the wings come later
I want to play the harp.

We've been through this. Today isn't the first day I've searched eBay for harps, violins, dulcimers, wooden alto recorders with baroque fingering that will magically turn my living room into a cathedral nave... And every time it comes back to the same unfocused uneasiness: "what if it isn't fun in practice?" "what about the ongoing backlog of other intellectual and time commitments?"

When I was twelve-going-on-thirteen and changed over to a very odd and new private school (“L'aventure School" in Romeo, Michigan — at the Methodist Church, if you're putting together a bus tour) my parents signed me up for both piano and harp lessons. I got out of the harp lessons, forseeing very little play time in that overbooked scenario. Not to mention that playing the harp seemed, frankly, lovely but frivolous. I had some piano experience and therefore was semi-agreeably stuck with the piano lessons.

What a mistake. I loved playing the piano, but couldn't agree with the instructor's two main philosophies. These were that a) thirteen is pushing it for beginning piano instruction and b) recital performances are mandatory.

So, instead of getting into the playing, after a few weeks the lessons focused on preparing for the recital in the spring. What made it even worse was that I had acquaintances who would also be performing and who had been playing since they were knee-high to one of the middle pedals.

Great. Nothing rounds out the awkward teenage years like tinking out basic Brahms with one hand on a big stage while one's peers, the people one must survive passing in the halls come Monday, poke and giggle as they wait to ruffle out majestic lullabies.

Plus, plus, the teacher, the wife of the Methodist minister I believe, seemed distinctly uncomfortable with my moving my body while I played. “Ah, yes," she'd say, squirming, "just, ah, keep time with your, ah, body.”

She did put stickers on my exercise books. That was nice. I miss the piano.

I have my pennywhistle, but let's face it: it's shrill. I've had it for seven years and nothing has happened. My contract is up, surely? I can now regard it fondly as a nice souvenir from the trip to Ireland?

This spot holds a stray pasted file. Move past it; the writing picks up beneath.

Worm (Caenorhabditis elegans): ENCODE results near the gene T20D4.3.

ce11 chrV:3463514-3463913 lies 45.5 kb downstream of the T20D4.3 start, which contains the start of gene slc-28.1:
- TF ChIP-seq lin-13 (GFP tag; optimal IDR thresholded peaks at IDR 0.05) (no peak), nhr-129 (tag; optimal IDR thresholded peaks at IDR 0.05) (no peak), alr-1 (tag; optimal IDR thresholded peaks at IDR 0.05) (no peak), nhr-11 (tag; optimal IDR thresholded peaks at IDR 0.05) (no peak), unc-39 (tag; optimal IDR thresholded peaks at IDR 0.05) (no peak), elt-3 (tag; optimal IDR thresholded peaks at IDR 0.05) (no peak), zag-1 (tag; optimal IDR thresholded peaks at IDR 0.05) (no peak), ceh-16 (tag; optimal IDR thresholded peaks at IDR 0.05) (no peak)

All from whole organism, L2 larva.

The hamsters don't want me to play the pennywhistle. They're a little nervous about the recorder. (“A-L-T-O" I spell out to Snout. Snug whispers in his ear. Snout extracts a corn piece from one of his cheek pouches. I'm not sure what has just gone down.) I don't think the harp would bother anyone. We could pretend we were at a seafood buffet during the holidays.

I may have waffled and wandered away once more today, except I found a little online harp playing simulator.

SOLD! Give me the first eBay auction ending in the next 10 minutes.

That's the worry — harps seem to be expensive no matter which keywords you use. One harp-playing FAQ has slightly endorsed cardboard harps as an entry-level option. These cost $130-$190 depending upon just how assembled you want them. Hrm.

There seem to be some decent "Celtic Harp" rosewood options on eBay for under $200. If anyone knows the catch, please holler. I'm not naive, but that doesn't mean that the romance and hope won't godzilla-stomp my common sense into an F#-size splat.

You know, the harp is strung like the piano. No desperate fret-grasping like other stringed instruments, either. Also, I want it. Gimme. Now.

Or as soon as I finish doing my taxes and know what I have to negotiate with. I knew something would inspire me soon, despite the prospect of declaring an 80 cent dividend. Come, Uncle Sam, our duet is waiting.

08 March 2003 |






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